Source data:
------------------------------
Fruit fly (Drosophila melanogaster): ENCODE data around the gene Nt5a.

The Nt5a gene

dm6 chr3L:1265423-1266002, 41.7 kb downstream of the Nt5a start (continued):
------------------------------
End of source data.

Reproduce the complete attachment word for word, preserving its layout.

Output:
Fruit fly (Drosophila melanogaster): ENCODE data around the gene Nt5a.

The Nt5a gene

dm6 chr3L:1265423-1266002, 41.7 kb downstream of the Nt5a start (continued):